Betrayed, my recently released novel, has been receiving some awesome, reader reviews, and I am so happy and grateful so many people have enjoyed it. I also love learning from those statements what I did right in my book and what I want to continue to include in my future stories. Praise and learning--the perfect combination. :)
However, sometimes we get reviews that mention elements about our book the reviewer didn't like, or worse, their comments are simply unkind; i.e., the reviewer hates everything about the book and is not opposed to sharing that opinion with the world. It's a given. No matter who the author is, they will receive such reviews. But I've found that if I look beyond the criticism and consider the review as a response to my work, just as I do when I'm reading it aloud to others, I can learn a great deal that will help me with my writing, and sometimes with my career as an author.
For instance, if a reviewer states she enjoyed elements of the book, like the lovely descriptions and the relationship I developed between the characters, but the story was slow and it took her a long time to get through the book (By the way, this is not one of my reviews.), I first try to understand what the reviewer is really saying, In this case, I'd see that while I met some of my goals, because I want my readers to enjoy the setting and the characters, I'd also notice I didn't meet another of my goals, which is I do not want readers to want to put my book down. So it might be that I need to increase my pacing and suspenseful elements. I then keep that information in mind as I read others' reviews and decide if the reviewer was right. If so, I have some writing work and learning to do.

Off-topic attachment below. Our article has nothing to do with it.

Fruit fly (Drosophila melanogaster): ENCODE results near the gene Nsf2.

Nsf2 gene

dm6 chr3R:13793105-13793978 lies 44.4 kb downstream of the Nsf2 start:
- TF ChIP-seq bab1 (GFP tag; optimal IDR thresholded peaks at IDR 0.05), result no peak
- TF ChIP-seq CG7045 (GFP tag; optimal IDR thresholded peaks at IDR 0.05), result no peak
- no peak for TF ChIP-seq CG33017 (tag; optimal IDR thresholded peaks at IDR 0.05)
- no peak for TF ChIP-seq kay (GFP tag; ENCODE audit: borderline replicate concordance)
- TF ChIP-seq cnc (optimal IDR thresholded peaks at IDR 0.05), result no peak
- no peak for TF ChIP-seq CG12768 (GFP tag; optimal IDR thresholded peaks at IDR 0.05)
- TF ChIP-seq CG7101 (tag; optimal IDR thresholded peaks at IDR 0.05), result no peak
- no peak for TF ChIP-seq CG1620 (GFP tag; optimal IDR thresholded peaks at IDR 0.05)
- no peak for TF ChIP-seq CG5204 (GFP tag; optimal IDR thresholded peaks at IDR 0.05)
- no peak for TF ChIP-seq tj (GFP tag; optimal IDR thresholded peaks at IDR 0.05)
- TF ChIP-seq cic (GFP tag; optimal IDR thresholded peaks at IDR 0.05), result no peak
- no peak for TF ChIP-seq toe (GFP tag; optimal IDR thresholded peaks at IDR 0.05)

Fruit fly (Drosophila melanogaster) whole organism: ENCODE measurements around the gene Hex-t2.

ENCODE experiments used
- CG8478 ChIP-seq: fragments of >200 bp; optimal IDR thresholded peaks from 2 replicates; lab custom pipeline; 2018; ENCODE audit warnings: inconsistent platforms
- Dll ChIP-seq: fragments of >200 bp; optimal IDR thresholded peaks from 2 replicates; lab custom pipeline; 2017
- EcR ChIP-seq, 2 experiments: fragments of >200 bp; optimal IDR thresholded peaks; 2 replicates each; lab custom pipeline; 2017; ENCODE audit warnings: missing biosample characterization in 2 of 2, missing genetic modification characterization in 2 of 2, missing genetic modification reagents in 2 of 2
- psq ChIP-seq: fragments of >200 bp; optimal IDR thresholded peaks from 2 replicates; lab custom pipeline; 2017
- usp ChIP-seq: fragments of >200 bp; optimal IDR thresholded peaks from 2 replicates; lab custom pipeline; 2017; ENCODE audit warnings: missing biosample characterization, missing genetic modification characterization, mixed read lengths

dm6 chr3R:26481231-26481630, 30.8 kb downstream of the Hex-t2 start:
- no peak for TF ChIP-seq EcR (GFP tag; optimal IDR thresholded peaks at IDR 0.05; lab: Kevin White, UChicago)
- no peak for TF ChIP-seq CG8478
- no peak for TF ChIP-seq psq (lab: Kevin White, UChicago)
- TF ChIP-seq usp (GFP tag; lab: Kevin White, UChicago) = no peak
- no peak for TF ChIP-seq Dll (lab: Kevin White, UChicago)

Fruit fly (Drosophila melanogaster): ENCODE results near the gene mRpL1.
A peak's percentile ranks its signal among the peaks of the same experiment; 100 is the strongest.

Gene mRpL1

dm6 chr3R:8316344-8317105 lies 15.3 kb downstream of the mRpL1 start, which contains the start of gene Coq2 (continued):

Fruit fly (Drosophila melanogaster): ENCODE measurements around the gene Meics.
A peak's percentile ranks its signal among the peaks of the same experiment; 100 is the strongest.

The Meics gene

As far as the hate-everything-reviewer goes, most of the time that reader is NOT YOUR READER anyway, and there's no point in spending a lot of time worrying about how to fix something to that reader's tastes.But, if the reviewer mentions an element in my book that mine didn't have or didn't do well but that he really want to be there, I consider whether or not his points are valid and whether or not I should work on what he said. After that, I move on. Part of marketing work includes trying to find those readers who like what we write, so I try to hang on to the praisers I find and not worry about the rest.
Finally, most of the time it's not recommended that an author respond to a reader's review, but this "rule", like so many others, is one that needs to be followed or not followed according to the situation. In the following case, I thought I should respond to a question a reviewer had because my answer could also help those who read this blog. She mentioned this about my character, Tom:
"I thought his profession was interesting as well and I'm kind of curious to know how that was decided on for the story and the research the author did for it." htp://www.wishfulendings.com/2015/01/blog-tour-review-giveaway-betrayed-by.html#more
Answer: I came up with the initial idea for Tom's profession while I was watching a historical documentary about one of the World Wars. I don't remember which, probably WWII, but in either case, it talked about how a battle situation was won because they had a magician figure out how to deceive the enemy through an illusion. I loved that idea and ran with it. As far as the research goes, there are always small bits of information I have to look up as I write the story, but most of Tom's character and especially his tricks came from the book, Hiding the Elephant, by Jim Steinmeyer.